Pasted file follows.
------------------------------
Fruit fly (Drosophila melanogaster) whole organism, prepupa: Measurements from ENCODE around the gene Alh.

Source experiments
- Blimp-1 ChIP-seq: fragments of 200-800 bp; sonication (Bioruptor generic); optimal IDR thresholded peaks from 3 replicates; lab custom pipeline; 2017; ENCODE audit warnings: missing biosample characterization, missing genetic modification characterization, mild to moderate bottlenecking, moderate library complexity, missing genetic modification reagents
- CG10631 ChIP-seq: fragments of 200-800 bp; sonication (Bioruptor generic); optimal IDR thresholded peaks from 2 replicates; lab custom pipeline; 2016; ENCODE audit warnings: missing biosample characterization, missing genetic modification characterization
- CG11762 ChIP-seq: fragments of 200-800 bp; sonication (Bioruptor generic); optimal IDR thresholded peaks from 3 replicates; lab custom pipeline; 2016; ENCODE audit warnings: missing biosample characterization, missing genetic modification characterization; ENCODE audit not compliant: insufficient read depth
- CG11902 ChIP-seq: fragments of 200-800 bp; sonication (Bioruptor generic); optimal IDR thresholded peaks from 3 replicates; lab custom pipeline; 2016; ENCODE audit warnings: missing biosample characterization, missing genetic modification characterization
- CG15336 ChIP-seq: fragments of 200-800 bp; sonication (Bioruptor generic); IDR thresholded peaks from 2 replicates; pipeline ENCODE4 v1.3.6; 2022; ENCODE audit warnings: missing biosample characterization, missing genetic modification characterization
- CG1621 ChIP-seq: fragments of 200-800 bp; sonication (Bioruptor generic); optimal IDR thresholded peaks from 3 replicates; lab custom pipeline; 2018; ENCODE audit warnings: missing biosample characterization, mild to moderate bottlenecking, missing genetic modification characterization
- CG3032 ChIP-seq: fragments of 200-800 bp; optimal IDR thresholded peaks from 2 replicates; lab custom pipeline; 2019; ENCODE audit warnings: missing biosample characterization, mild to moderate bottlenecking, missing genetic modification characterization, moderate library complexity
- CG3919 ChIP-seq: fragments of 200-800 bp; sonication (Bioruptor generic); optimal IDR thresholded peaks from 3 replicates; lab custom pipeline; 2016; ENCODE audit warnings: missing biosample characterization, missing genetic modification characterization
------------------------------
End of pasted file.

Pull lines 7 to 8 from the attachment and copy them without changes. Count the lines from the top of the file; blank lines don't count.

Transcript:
- CG15336 ChIP-seq: fragments of 200-800 bp; sonication (Bioruptor generic); IDR thresholded peaks from 2 replicates; pipeline ENCODE4 v1.3.6; 2022; ENCODE audit warnings: missing biosample characterization, missing genetic modification characterization
- CG1621 ChIP-seq: fragments of 200-800 bp; sonication (Bioruptor generic); optimal IDR thresholded peaks from 3 replicates; lab custom pipeline; 2018; ENCODE audit warnings: missing biosample characterization, mild to moderate bottlenecking, missing genetic modification characterization